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Georgia Tech vs. Georgia: Preview and Breakdown

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There are a lot of keys and matchups that will be critical in the outcome of Clean, Old-Fashioned Hate 2014 on Saturday. The biggest key is (Get ready to be shocked) turnovers.

Dale Zanine-USA TODAY Sports

Instead of displaying a time-consuming film study this week, I'm going to put many of the tendencies and keys I've seen from Georgia and Georgia Tech this season into words.

Georgia may have the best offensive line in the country.

This is going to be a huge challenge for the Georgia Tech defensive line. Per usual, the UGA offensive line is massive. The smallest guy would likely be considered David Andrews - He's 6'2", 295 lbs. The difference between this line and Georgia lines of the past is the athleticism. It's a fairly mobile line that can get to the second tier and block as well. While most of the attention has gone to Todd Gurley and Nick Chubb, the offensive line may deserve even more of the credit. UGA is tied for seventh in the nation with Tech in yards per carry at 6.1. That total is up from just 4.6 last season. Shawn Green and Adam Gotsis will certainly have their hands full to create any push up front. P.J. Davis may be the biggest x-factor in the game. I'd expect him to be blitzing more than he has all season to create any sort of havoc possible in the backfield. The O-Line won't be beaten with strength. It's going to have to be blitzes and speed to beat them. A potential player that could help the defense against a line like this is defensive end Antonio Simmons. Simmons has seen limited playing time, but he has blazing speed (4.6 40) for a lineman. If we aren't getting any pursuit from the outside, he could be a guy to step up.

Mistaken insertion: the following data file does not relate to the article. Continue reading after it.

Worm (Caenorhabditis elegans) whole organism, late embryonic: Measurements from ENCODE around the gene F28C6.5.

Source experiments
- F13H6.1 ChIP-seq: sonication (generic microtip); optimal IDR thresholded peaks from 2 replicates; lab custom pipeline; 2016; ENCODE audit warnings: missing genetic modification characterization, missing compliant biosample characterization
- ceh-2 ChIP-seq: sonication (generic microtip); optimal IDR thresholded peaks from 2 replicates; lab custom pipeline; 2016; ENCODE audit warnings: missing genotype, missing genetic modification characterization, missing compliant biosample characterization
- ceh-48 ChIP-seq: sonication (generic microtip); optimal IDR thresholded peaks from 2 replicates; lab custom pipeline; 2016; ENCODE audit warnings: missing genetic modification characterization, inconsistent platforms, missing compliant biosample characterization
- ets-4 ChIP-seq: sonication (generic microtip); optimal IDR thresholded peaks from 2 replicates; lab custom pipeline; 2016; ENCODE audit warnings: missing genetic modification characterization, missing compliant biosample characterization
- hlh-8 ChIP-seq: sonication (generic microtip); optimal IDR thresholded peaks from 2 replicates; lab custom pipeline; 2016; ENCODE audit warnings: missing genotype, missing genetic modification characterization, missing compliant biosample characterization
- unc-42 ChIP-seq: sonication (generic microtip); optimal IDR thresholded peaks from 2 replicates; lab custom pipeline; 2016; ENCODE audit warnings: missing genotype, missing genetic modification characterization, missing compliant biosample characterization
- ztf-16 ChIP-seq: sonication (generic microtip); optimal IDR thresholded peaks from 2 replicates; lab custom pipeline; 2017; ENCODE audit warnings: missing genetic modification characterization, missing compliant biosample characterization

Don't fear the Georgia wide receiver core.

If there's a position at UGA that scares me least going into the game, it's wide receiver. In terms of size, their main three receivers are all under 6'2" 210 lbs. 6'5" receiver Jonathon Rumph has seen the field occasionally but has rarely become a vital part of the offense. Michael Bennett seems to be the most trusted guy for Hutson Mason. He has good hands and route running, but he doesn't possess any tool that should overmatch the defense. The same can be said for Chris Conley and Malcolm Mitchell. Conley was very good against Tech last year with over 120 yards. The one guy in the core that can be game changing is Justin Scott-Wesley. Scott-Wesley made his first appearance for the Bulldogs last week against Charleston Southern and was able to find the end zone. He's extremely quick with a 4.3 40 time, and he's the one guy who could make a real difference as a deep threat. He didn't see the field too much last week, so it'll be interesting to see how many snaps he gets in a big game for UGA.